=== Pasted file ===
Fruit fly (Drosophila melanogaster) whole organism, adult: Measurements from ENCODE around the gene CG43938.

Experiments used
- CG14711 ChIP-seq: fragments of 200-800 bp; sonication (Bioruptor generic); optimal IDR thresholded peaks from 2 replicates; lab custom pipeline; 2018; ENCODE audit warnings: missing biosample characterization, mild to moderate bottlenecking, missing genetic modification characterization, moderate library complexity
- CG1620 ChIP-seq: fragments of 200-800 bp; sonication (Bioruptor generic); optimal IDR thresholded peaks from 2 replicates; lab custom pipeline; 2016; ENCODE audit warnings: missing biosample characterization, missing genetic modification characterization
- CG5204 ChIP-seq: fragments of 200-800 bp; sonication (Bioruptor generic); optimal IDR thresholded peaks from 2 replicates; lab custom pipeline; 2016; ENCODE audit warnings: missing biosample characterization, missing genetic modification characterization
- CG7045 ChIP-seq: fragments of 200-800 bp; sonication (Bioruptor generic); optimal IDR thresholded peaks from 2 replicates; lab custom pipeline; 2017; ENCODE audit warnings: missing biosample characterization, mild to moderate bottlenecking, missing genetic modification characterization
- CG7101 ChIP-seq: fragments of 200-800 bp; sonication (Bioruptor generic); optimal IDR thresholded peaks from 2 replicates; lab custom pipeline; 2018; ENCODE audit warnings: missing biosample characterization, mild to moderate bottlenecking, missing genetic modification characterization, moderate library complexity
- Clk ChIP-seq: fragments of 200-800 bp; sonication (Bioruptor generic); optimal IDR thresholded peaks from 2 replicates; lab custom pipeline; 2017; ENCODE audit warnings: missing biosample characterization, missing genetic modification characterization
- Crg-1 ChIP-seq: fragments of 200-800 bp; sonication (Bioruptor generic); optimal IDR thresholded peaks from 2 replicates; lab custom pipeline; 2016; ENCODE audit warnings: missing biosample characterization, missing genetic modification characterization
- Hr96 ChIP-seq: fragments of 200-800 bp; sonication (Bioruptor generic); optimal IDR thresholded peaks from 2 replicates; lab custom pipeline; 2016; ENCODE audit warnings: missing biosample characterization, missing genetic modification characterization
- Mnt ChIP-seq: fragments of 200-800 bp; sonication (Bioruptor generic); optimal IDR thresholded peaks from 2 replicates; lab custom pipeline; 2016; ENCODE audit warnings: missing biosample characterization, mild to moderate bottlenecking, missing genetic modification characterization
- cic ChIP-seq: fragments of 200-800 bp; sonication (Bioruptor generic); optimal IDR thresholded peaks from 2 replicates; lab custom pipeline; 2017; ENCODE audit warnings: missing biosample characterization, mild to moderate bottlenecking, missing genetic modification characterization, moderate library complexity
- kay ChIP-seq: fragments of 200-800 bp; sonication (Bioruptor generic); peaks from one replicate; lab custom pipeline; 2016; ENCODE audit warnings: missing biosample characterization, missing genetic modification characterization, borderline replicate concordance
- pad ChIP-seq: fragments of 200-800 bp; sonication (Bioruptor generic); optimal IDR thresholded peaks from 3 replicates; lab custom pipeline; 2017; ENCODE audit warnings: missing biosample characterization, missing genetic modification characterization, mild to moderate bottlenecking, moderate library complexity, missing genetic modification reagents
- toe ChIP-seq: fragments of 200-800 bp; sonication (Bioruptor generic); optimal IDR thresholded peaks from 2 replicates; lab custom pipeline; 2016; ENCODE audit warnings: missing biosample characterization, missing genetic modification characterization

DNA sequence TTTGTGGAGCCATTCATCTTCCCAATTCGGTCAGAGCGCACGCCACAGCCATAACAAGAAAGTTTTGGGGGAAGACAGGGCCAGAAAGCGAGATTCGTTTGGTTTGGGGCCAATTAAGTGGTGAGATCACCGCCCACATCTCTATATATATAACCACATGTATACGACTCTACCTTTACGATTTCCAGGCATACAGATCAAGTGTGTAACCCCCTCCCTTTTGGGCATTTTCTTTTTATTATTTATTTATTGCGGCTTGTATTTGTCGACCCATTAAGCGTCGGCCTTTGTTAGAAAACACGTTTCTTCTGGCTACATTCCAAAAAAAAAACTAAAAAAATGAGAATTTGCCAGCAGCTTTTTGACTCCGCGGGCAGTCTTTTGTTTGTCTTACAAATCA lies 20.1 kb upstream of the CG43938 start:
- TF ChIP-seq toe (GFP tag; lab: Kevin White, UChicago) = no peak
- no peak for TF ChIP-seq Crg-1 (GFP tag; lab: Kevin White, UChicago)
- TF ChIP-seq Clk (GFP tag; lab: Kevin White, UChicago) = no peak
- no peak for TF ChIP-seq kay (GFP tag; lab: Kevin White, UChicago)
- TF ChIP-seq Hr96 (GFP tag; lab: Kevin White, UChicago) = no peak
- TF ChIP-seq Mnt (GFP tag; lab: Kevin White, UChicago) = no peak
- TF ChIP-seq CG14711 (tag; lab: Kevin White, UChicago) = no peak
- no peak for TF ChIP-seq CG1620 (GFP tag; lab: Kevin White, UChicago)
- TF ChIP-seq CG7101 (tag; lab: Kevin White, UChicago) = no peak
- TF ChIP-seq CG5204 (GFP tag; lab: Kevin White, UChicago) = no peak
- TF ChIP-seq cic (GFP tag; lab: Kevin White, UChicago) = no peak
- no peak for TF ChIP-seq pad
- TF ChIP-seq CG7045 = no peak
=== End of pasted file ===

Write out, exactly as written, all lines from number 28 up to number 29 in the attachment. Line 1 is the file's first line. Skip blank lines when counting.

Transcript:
- no peak for TF ChIP-seq pad
- TF ChIP-seq CG7045 = no peak